While neither Biden nor his son has been implicated in any wrongdoing regarding the Ukrainian prosecutor, his name is irrevocably tied to the unfolding scandal. Regardless of his above-board political motivations, he had a very personal stake in a matter of foreign diplomacy. For Biden to be a viable candidate for president, he will need to be acquitted in the court of public opinion. Unfortunately for the former vice president, the complicated ins and outs of his case set him at a disadvantage. Trump can not be underestimated here either; if he has committed to taking Mike Pence down with him, you can bet he will drag Biden’s name through the mud at every possible turn. Trump’s hold on his base virtually ensures that a decent portion of the population will go to their graves believing Joe Biden misused his political power for personal gain, even if the evidence proves the contrary. President Trump may not have received his favor from the Ukrainian prime minister, but he got what he wanted: doubts about the integrity of the Democratic frontrunner. The former vice president’s name is in almost every major publication, and his most favorable judgements only say “no proof of wrongdoing.” This is poison to a campaign, even if it has not reached the bloodstream just yet. Barring something truly dramatic, this is Biden’s legacy, the first association that people will make when they hear his name in the coming months.
The progressive party simply can not afford to nominate Joe Biden. He has voted against too many popular policies, committed too many social faux pas, and apologized for too few of his actions. Another unlikeable candidate could repeat the mistakes of the 2016 election and drive voter participation down, which is the last thing Democrats want. Low turnout, in the past few years, has generally meant Republican victory. The gerrymandered districts provide insurance to incumbents, especially incumbent conservatives. Attempting to replace an old, controversial white man with yet another old, controversial white man will not enthuse most voters. People likely will either not vote or vote third party as they did in 2016, splitting liberal votes and granting Trump a plurality. It is no longer Joe Biden’s time. The parade has passed him by, and it has ushered in a new age of politics. The future doesn’t belong to the reformed, but to the reformers. Joe Biden does not embody what the ever more liberal Democratic party stands for, despite any pretending to the contrary. “Joe’s Story” does not inspire the most politically active generation in decades. A Biden nomination could fracture the party, likely into older moderates and younger progressives, perhaps irrevocably. If the Democrats have figured out how to make a figure who has drawn so much public criticism president in the last few years, then Joe Biden might just have his four years. The more likely scenario is that the window of opportunity for him has passed, and the Democratic party should be grateful. It would be far too retrogressive for a Joe Biden to hold the highest office in the country in 2020. Trump and his Ukrainian interference has forced the Democrats’ hand: they have talked the talk of progressivism and radical political reform, let’s see if they can walk the walk.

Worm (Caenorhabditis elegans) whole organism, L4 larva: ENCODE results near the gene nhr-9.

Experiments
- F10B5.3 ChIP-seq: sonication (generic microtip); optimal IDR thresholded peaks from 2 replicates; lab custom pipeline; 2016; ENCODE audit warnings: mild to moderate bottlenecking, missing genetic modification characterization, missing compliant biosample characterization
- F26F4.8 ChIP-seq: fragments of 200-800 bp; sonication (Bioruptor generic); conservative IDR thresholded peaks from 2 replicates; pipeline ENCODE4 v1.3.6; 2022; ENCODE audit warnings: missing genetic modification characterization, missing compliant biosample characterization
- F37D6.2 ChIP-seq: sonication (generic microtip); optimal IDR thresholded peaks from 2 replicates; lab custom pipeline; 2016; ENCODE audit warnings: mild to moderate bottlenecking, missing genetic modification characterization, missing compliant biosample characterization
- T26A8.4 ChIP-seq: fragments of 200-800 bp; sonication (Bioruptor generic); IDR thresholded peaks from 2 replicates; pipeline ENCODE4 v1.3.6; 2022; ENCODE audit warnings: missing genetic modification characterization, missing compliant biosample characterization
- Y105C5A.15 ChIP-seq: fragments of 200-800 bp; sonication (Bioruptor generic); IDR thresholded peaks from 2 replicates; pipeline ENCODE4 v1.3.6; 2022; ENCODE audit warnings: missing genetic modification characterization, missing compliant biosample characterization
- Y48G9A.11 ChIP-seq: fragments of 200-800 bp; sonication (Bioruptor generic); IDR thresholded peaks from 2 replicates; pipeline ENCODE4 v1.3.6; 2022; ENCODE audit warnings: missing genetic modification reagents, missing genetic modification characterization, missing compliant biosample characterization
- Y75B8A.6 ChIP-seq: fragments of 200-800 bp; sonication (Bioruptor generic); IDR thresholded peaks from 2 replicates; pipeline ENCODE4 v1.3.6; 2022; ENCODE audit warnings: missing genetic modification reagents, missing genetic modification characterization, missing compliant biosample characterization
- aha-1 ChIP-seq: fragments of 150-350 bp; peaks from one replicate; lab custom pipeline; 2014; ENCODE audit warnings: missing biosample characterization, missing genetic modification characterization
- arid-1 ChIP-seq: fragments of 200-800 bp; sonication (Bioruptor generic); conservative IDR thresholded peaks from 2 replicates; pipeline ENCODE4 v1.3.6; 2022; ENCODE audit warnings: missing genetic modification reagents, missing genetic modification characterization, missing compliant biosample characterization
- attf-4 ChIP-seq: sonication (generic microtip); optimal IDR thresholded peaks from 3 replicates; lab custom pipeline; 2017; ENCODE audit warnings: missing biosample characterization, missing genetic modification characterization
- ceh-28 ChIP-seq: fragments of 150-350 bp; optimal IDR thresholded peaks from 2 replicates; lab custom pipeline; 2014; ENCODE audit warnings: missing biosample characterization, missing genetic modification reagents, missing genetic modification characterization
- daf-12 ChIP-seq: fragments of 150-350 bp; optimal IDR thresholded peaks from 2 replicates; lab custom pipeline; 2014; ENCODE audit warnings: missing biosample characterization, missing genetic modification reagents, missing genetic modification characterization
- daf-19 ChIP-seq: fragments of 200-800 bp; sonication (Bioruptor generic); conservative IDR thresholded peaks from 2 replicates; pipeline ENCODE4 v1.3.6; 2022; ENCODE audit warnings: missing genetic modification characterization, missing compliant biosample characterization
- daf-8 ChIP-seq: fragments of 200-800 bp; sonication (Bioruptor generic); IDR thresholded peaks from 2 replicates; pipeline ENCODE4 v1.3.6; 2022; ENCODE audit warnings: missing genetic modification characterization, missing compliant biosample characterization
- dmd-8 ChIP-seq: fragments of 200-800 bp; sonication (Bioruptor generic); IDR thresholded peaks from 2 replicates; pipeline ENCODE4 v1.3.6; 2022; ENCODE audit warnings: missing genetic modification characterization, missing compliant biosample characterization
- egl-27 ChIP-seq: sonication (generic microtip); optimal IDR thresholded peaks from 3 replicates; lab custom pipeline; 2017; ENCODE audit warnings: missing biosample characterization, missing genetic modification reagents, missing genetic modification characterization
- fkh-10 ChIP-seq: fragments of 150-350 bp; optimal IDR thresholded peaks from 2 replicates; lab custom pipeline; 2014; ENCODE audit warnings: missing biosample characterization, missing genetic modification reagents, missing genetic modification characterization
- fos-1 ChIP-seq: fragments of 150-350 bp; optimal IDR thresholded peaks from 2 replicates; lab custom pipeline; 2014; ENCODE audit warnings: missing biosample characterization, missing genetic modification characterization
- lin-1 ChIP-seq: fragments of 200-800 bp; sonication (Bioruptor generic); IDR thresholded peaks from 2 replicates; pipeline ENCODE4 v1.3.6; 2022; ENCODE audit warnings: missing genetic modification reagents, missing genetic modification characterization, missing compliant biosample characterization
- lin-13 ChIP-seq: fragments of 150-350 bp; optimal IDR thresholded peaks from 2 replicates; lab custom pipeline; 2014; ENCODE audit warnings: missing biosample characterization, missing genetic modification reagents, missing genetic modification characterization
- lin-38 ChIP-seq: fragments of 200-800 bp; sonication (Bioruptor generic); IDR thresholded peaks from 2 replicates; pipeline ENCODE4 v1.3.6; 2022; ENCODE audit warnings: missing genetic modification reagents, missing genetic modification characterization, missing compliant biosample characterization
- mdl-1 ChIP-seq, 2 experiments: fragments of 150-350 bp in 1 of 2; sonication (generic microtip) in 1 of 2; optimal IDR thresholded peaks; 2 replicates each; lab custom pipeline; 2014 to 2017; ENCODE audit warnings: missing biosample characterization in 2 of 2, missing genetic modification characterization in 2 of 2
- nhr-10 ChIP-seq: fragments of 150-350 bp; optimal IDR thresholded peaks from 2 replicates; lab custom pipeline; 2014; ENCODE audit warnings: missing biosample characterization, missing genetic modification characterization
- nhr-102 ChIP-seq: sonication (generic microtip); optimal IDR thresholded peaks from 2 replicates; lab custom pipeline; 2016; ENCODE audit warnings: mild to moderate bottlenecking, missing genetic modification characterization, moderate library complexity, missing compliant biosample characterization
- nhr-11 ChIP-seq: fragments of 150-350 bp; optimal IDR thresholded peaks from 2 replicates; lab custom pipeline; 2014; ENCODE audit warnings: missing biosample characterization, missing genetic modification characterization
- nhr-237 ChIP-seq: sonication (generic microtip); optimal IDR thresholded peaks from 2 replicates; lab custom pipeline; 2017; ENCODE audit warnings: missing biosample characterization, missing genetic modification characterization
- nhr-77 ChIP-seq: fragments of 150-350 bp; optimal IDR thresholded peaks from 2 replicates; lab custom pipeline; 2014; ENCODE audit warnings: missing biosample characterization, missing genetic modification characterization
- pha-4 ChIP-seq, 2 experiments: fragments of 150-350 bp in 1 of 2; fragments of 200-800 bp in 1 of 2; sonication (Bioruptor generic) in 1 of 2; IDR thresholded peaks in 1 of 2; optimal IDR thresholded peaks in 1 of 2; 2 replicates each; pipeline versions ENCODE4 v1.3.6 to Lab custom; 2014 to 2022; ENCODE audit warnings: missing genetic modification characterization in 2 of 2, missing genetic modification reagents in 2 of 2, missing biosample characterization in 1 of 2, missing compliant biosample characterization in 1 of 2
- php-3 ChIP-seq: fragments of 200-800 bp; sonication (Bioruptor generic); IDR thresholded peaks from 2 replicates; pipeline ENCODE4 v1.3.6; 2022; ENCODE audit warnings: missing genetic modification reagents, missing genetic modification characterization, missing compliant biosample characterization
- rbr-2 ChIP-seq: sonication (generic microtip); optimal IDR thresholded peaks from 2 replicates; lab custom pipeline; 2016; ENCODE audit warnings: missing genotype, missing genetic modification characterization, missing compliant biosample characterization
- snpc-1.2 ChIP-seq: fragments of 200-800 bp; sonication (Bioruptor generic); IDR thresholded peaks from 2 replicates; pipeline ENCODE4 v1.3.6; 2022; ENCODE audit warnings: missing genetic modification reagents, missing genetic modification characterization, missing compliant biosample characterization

Categories: Foreign Affairs